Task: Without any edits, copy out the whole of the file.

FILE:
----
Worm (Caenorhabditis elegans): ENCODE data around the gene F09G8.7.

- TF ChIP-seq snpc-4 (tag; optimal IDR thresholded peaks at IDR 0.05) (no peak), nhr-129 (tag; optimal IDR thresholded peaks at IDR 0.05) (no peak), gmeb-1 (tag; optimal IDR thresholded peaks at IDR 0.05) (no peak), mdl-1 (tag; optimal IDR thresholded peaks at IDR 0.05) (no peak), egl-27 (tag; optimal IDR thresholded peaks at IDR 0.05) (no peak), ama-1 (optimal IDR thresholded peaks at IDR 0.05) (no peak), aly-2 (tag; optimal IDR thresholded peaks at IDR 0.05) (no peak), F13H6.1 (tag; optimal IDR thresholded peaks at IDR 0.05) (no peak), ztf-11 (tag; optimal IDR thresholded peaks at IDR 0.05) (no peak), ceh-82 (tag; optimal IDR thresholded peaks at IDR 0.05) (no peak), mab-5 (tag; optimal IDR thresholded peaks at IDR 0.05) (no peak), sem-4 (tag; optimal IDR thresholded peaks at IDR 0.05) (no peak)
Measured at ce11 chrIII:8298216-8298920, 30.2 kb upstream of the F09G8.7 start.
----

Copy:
Worm (Caenorhabditis elegans): ENCODE data around the gene F09G8.7.

- TF ChIP-seq snpc-4 (tag; optimal IDR thresholded peaks at IDR 0.05) (no peak), nhr-129 (tag; optimal IDR thresholded peaks at IDR 0.05) (no peak), gmeb-1 (tag; optimal IDR thresholded peaks at IDR 0.05) (no peak), mdl-1 (tag; optimal IDR thresholded peaks at IDR 0.05) (no peak), egl-27 (tag; optimal IDR thresholded peaks at IDR 0.05) (no peak), ama-1 (optimal IDR thresholded peaks at IDR 0.05) (no peak), aly-2 (tag; optimal IDR thresholded peaks at IDR 0.05) (no peak), F13H6.1 (tag; optimal IDR thresholded peaks at IDR 0.05) (no peak), ztf-11 (tag; optimal IDR thresholded peaks at IDR 0.05) (no peak), ceh-82 (tag; optimal IDR thresholded peaks at IDR 0.05) (no peak), mab-5 (tag; optimal IDR thresholded peaks at IDR 0.05) (no peak), sem-4 (tag; optimal IDR thresholded peaks at IDR 0.05) (no peak)
Measured at ce11 chrIII:8298216-8298920, 30.2 kb upstream of the F09G8.7 start.